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Bending SteelModernity and the American Superhero$
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Aldo J. Regalado

Print publication date: 2015

Print ISBN-13: 9781628462210

Published to University Press of Mississippi: January 2017

DOI: 10.14325/mississippi/9781628462210.001.0001

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From Renaissance to the Dark Age

From Renaissance to the Dark Age

Chapter:
(p.181) Chapter Six From Renaissance to the Dark Age
Source:
Bending Steel
Author(s):

Aldo J. Regalado

Publisher:
University Press of Mississippi
DOI:10.14325/mississippi/9781628462210.003.0007

This chapter discusses how the superhero paradigm introduced by Marvel Comics in the 1960s evolved over the course of the twentieth century, ushering what many theorists refer to as a postmodern sensibility. Characterized by fluidity, plasticity, alienation, freedom, and a free reign of possibility, this new postmodern approach to superhero fiction pervaded the industry as a whole, and reflected the ways in which creators and fans oriented themselves toward the genre, toward their professional lives, and toward society in general. Increasingly cynical, the American superhero became a vehicle for expressing disgust with and disdain for the meta-narratives of American society. Even the narratives traditionally employed by superhero fiction came under attack by creators and audiences themselves, as evidenced by deconstructionist works like Alan Moore and David Gibbons's Watchmen, which aims to unveil the social dysfunctions that allegedly lie at the heart of superhero fiction.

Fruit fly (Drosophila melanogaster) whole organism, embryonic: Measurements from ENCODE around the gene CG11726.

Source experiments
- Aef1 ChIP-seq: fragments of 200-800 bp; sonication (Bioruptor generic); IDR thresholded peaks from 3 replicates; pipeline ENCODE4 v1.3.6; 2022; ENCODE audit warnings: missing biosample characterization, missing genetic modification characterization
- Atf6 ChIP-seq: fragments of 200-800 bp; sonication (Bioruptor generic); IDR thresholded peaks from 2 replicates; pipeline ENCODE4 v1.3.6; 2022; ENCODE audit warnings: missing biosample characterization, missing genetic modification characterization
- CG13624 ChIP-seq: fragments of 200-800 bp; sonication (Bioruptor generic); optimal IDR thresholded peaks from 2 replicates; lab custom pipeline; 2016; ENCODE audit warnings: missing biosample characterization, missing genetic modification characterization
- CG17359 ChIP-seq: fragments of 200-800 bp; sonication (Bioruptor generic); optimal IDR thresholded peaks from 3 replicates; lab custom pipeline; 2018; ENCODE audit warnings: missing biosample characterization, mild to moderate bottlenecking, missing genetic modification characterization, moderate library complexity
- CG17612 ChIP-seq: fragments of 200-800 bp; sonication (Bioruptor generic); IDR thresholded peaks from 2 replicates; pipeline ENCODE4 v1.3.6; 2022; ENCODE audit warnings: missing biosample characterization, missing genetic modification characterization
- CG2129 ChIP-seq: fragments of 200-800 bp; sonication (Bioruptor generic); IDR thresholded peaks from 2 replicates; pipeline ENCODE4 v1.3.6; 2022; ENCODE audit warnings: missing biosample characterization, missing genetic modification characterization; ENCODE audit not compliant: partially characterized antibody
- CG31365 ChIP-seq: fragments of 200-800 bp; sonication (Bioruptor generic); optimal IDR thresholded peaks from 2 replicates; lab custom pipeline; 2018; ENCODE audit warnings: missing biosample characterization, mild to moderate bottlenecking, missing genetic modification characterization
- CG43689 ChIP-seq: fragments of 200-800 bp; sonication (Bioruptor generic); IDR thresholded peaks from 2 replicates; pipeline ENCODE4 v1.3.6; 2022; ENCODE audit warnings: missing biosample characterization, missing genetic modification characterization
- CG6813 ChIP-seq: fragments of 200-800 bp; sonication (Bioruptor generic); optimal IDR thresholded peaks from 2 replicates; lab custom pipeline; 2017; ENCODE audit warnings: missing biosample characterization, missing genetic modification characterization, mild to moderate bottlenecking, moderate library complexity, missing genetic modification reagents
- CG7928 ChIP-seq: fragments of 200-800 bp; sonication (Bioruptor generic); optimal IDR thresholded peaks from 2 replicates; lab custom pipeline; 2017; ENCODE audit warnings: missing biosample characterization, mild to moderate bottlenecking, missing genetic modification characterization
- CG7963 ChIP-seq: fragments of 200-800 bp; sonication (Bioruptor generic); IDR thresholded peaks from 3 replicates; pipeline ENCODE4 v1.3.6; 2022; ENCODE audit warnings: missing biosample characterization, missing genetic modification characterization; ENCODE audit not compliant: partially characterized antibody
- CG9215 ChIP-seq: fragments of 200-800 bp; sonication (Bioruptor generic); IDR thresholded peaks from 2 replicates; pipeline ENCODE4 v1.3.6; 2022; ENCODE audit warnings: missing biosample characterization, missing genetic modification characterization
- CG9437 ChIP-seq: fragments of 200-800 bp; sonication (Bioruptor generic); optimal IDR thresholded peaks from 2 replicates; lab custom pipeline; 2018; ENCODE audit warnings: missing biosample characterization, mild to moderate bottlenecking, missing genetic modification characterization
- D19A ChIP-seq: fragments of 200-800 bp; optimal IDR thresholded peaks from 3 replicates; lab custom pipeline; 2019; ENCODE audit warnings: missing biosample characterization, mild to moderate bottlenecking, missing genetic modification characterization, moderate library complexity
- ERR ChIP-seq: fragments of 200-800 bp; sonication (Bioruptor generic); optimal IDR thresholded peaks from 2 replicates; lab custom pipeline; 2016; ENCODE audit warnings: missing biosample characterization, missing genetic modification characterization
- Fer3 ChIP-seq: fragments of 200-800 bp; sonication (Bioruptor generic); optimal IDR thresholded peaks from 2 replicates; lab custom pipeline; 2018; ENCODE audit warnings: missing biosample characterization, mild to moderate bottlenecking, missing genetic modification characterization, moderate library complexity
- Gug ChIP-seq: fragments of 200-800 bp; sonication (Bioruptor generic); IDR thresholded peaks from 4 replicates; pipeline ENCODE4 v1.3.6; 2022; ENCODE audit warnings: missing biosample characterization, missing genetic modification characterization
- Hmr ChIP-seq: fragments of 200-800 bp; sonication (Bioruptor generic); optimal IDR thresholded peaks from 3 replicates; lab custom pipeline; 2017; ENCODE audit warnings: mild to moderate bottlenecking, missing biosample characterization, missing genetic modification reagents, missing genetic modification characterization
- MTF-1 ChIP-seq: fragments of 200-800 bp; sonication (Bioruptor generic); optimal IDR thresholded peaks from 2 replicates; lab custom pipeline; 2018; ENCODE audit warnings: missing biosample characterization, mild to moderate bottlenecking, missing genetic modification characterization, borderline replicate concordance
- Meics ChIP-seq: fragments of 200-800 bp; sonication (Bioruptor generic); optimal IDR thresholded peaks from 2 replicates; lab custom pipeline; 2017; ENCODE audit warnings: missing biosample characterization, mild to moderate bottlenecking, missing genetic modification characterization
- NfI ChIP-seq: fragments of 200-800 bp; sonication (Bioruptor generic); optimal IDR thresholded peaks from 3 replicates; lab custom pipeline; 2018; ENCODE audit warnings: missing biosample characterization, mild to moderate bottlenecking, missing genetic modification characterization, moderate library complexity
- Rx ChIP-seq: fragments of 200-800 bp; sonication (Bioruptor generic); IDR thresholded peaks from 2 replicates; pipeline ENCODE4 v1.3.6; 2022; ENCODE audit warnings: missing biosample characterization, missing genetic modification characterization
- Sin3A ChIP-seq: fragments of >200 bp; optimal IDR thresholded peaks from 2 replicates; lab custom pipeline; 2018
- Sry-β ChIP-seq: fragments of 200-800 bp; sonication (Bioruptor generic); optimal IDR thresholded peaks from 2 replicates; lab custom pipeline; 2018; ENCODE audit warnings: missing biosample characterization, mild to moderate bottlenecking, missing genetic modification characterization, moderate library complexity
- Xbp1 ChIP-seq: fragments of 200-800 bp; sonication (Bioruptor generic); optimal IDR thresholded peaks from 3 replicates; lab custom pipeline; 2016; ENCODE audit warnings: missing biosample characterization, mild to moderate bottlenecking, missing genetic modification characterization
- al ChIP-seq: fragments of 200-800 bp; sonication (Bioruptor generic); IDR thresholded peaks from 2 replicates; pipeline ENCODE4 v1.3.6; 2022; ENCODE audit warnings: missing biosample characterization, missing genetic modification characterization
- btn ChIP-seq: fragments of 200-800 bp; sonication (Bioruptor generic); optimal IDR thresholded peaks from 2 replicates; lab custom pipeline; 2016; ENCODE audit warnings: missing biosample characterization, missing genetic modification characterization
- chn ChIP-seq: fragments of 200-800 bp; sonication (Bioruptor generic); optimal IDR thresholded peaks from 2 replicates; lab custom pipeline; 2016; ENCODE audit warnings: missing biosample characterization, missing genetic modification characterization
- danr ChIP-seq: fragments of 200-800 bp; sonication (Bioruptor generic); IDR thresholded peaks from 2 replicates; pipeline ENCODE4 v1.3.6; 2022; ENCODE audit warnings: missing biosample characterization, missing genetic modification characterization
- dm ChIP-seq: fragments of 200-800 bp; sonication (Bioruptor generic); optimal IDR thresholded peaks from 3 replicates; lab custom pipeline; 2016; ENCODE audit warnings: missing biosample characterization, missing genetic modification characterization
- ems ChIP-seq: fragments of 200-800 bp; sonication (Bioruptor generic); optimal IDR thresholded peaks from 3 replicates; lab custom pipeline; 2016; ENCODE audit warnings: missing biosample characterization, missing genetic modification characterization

Keywords:   Marvel Comics, postmodern sensibility, superhero fiction, American superhero, American society, deconstructionist works, Alan Moore, David Gibbons, Watchmen, social dysfunctions

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